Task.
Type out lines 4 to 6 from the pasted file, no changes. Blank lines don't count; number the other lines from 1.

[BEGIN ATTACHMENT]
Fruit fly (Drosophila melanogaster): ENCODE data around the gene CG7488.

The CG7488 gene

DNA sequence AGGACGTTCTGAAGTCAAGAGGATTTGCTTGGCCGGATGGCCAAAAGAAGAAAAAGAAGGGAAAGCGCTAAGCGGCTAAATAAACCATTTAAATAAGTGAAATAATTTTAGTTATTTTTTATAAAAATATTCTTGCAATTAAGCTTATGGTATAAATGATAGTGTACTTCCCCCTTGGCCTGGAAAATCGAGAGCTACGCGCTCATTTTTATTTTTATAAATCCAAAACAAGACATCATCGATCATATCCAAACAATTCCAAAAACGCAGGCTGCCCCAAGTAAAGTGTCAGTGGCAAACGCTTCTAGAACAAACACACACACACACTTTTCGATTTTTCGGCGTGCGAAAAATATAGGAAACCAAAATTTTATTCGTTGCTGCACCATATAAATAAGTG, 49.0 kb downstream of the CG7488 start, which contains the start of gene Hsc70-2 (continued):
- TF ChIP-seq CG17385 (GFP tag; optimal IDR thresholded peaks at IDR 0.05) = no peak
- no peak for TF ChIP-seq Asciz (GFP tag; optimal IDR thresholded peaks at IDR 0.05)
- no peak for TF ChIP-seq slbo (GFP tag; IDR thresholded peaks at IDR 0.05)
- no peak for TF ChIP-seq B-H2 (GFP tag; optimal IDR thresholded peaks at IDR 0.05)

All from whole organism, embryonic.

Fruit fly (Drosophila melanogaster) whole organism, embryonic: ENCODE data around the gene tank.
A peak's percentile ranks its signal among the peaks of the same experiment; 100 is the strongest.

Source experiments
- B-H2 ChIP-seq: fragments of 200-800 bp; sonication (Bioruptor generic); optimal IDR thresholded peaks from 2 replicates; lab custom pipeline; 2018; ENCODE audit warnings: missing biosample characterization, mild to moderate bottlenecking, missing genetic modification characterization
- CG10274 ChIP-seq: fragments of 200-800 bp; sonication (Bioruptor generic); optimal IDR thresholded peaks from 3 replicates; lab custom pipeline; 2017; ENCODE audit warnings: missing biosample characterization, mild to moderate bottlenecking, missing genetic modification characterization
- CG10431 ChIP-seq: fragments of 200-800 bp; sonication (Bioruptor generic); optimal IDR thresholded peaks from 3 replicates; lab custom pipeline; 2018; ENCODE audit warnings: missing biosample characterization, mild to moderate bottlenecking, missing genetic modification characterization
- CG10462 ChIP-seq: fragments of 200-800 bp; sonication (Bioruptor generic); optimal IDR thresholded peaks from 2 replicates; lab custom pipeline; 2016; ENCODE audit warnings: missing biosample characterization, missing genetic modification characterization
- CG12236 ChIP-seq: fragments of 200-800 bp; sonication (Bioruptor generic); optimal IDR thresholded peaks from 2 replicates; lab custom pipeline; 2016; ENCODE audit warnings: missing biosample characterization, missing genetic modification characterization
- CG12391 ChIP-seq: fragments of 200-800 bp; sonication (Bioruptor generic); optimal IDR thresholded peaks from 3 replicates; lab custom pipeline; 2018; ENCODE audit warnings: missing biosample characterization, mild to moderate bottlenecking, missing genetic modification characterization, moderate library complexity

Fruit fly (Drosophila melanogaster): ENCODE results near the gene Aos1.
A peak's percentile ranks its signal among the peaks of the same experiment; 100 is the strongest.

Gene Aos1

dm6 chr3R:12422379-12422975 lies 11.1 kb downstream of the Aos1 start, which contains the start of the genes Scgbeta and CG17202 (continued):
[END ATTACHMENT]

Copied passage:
- TF ChIP-seq CG17385 (GFP tag; optimal IDR thresholded peaks at IDR 0.05) = no peak
- no peak for TF ChIP-seq Asciz (GFP tag; optimal IDR thresholded peaks at IDR 0.05)
- no peak for TF ChIP-seq slbo (GFP tag; IDR thresholded peaks at IDR 0.05)